501st Ordnance Battalion Soldiers Smile Live, Via Satellite from Iraq
Story by: Sgt. 1st Class Raymond Drumsta - Joint Force Headquarters- New York Dated: Sun, Apr 3, 2011
Families of the 501st Ordnance Battalion Soldiers look up and wave as the Soldiers appear on the Times Union Center’s jumbotron during an Albany Devils hockey game April 3.
ALBANY, N.Y. (04/06/2011)-- Amid cheers from hockey fans, Soldiers of the 501st Ordnance Battalion sent smiles from Iraq to their families here April 3.
Thanks to the unit’s family readiness group, the Albany Devils hockey team and a satellite feed, ten Soldiers appeared on the Times Union Center’s jumbotron during a break in the Devils’ game against the Binghamton Senators. The families were elated to see their Soldiers, who deployed to Iraq with the unit in December.
"It was awesome," said Derek George, the father of Sgt. Nicholas George, of Troy, N.Y. "It was a good feeling to see him, and see he was ok."
Carole Landy, wife of 1st Sgt. Joseph Landy, agreed.
"I loved it," said Landy, also a Troy resident. "It was amazing. It made me closer to him, almost as if he was at the game."
Reached by phone in Iraq, the Soldiers said they could only hear their loved ones, but that alone seemed to be a boost.
He heard his daughter Victoria say she loved and missed him, 1st Sgt. Joseph Landy recalled.
"It made me feel good," he said. "I wish I could’ve seen her, but it brought my spirits up."
Her 12-year old daughter Marissa Martinez also said she missed her, said Sgt. 1st Class Melissa Harrell. She and Marissa frequently speak over the phone, she added.
"I hear her voice, everyday, but this made me feel very good," Harrell said.
Seeing her husband Staff Sgt. Shawn Nethaway on the Jumbotron made her proud, said Amy Nethaway, of Latham, N.Y. The applause increased her pride in her daughter, said Harrell’s mother, Brenda Coleman.
"It wasn’t a full house, but a lot of them stood up and clapped," recalled Coleman.
The cheers and the personal thanks he received from fans touched him, and affirmed that what his son is doing in Iraq is "respected and admired by everybody," George said.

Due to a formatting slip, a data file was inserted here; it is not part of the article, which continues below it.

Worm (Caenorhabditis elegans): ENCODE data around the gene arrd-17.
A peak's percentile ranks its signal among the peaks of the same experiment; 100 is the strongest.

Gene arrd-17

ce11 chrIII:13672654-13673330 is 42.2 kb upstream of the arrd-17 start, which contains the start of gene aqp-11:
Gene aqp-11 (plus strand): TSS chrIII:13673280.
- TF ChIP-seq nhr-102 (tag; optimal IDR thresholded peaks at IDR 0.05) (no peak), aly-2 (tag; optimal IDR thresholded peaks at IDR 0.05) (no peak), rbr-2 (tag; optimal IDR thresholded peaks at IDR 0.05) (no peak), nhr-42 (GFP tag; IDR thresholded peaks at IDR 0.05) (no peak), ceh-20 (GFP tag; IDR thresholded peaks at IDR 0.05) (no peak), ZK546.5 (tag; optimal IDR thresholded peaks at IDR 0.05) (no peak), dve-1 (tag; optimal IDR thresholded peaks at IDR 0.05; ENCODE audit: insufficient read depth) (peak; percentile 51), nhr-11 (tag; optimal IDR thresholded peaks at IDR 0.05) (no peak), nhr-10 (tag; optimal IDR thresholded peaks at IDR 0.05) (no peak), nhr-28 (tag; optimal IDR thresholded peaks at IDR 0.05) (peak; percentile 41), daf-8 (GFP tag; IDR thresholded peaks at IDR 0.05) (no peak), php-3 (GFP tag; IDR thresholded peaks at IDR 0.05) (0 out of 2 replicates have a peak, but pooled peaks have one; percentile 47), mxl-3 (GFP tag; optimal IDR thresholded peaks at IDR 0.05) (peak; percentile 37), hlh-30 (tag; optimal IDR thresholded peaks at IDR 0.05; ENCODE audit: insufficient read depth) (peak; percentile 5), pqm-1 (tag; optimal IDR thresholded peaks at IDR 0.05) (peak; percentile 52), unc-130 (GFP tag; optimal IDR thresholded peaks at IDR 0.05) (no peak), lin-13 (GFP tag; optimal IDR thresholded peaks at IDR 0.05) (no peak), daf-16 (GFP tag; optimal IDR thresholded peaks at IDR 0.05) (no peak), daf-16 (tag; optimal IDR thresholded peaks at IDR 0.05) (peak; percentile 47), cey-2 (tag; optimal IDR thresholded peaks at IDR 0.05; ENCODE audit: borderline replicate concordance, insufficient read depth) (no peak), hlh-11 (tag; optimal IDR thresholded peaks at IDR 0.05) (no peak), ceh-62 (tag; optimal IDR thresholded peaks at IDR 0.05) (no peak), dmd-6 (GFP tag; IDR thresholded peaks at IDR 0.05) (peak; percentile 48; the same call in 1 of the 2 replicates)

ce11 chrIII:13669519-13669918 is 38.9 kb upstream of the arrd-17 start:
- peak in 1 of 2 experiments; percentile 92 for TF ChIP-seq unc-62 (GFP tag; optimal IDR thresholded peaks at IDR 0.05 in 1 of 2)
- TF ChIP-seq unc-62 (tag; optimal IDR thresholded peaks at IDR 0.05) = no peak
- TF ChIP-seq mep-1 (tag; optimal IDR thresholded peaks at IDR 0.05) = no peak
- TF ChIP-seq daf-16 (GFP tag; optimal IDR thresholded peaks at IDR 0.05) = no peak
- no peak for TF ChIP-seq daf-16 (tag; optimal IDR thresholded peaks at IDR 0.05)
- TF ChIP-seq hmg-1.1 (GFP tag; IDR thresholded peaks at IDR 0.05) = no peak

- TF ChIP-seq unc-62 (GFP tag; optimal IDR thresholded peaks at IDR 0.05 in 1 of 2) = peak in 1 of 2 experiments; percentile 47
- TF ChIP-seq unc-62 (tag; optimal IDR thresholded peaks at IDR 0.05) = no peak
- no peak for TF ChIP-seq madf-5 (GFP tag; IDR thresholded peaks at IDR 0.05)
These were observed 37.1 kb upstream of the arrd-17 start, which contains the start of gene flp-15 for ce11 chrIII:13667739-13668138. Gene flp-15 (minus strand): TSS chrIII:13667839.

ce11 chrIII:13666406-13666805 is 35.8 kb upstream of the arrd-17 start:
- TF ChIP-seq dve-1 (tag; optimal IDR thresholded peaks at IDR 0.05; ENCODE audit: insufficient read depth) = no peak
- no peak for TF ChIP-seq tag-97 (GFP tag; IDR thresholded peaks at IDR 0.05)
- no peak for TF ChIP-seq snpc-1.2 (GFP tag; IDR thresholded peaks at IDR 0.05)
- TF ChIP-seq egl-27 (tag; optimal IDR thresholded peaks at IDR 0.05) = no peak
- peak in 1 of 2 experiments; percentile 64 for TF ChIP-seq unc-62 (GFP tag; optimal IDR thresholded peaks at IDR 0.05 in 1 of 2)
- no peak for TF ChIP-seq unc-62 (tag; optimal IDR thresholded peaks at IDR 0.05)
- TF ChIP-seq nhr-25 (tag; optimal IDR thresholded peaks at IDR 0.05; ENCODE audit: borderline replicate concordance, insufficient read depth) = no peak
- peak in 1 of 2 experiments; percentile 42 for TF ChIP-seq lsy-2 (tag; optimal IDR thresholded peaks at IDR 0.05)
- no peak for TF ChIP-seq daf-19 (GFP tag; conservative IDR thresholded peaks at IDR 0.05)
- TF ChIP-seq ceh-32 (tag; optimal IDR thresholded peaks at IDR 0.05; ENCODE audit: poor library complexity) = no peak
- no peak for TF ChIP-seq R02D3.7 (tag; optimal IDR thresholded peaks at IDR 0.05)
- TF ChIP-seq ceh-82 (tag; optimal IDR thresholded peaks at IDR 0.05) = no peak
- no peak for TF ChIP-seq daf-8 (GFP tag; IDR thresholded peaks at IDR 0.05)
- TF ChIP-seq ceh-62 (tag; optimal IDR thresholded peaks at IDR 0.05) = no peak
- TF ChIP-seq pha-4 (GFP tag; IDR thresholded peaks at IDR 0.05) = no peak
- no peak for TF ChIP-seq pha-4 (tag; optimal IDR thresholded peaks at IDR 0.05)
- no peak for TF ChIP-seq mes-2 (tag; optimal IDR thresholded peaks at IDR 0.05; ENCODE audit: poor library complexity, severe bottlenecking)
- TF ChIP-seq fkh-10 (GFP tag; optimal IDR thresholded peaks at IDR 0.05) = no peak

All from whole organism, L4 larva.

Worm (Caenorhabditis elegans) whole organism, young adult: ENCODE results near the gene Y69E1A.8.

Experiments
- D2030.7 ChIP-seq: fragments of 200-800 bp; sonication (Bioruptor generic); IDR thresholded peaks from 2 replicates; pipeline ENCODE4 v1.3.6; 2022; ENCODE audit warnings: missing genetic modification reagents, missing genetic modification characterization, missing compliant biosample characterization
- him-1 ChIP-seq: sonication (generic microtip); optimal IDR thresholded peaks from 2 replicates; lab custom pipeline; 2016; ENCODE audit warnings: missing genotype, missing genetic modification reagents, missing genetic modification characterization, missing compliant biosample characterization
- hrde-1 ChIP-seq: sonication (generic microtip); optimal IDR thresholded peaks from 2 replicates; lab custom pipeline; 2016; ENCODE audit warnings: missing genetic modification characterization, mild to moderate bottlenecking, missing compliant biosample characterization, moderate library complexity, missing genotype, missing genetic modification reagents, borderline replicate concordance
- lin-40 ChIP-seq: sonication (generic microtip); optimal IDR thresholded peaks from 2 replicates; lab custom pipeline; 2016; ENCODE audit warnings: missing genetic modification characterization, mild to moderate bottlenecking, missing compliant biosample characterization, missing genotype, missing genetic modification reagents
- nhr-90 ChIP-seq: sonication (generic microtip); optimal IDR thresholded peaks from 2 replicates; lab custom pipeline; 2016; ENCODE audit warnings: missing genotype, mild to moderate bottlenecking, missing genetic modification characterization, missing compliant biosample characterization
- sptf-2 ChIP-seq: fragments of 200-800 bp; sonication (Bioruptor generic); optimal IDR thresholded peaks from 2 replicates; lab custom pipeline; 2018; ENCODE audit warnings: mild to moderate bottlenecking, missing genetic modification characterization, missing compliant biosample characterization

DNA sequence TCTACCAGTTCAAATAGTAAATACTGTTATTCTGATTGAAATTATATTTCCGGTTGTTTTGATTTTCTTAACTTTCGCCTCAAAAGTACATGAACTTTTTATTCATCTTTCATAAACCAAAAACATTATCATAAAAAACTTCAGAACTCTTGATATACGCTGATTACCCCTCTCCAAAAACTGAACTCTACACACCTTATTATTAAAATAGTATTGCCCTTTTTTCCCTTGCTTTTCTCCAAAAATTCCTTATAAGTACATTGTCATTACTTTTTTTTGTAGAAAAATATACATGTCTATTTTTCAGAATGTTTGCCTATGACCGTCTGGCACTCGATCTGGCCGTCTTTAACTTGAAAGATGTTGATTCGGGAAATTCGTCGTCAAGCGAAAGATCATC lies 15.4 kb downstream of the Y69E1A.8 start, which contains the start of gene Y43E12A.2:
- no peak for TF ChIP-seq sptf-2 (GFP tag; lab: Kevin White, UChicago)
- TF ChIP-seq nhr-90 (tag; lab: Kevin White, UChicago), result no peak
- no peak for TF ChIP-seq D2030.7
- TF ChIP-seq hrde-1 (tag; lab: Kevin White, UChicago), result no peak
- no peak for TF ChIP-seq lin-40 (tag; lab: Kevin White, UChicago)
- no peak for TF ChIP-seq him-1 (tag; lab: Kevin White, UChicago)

"Everybody appreciates it," George said.
The unit’s family readiness group (FRG) coordinated the event with the Albany Devils in March, said Gwyn Nagy, the FRG lead volunteer. The satellite feed took place during the Devils’ military appreciation night.
Albany Devils Vice President Chris Valente said they wanted to do something special for the families of military members. His parents send care packages to troops in Iraq, one of his friends is an Iraqi war veteran, and one of their former staff members is an Iraqi war veteran as well, he said.
"It’s near and dear to our hearts to recognize the military in any way possible," Valente said, adding that they reached out to a military contractor, a local television station and other organizations to make the satellite link.
The families also prize their links to each other via the FRG. Not being able to consult her husband on household matters is a hardship, and not knowing what’s happening to him and the unit is frightening, but the FRG connections help, Carole Landy said.
"You can actually talk to them, because they’re going through the same thing," she said.
The situation in Iraq seems quieter now, and increased phone contact, along with the experience of the previous deployment, has eased the strain of separation, George said. Nonetheless, the FRG is a morale booster and a Godsend, allowing families to meet and talk with others who understand, he stressed.
"We’re all different as human beings, but we all share a common situation -- having a Soldier in a combat zone," he said.
His son also deployed to Iraq in 2004, and took part in many combat patrols, said George.
"That’s when my hair turned gray," George said. "That was a very long year."
The FRG is also a resource families can contact when problems arise, Coleman said. This is the first time Harrell has deployed, and "I hope the last," she added.
"Me too!" Marissa chimed in.
The FRG needs to arrange more events, Carole Landy said. Scheduling and individual tastes make planning FRG social events difficult, she explained. The Army’s Strong Bonds program - which organizes retreats for couples and families to strengthen their relationships - should be expanded to include FRGs while Soldiers are deployed, she added.
They expect to host more events like this, Valente said.
"We want to do more, and plan to do more next year," he explained.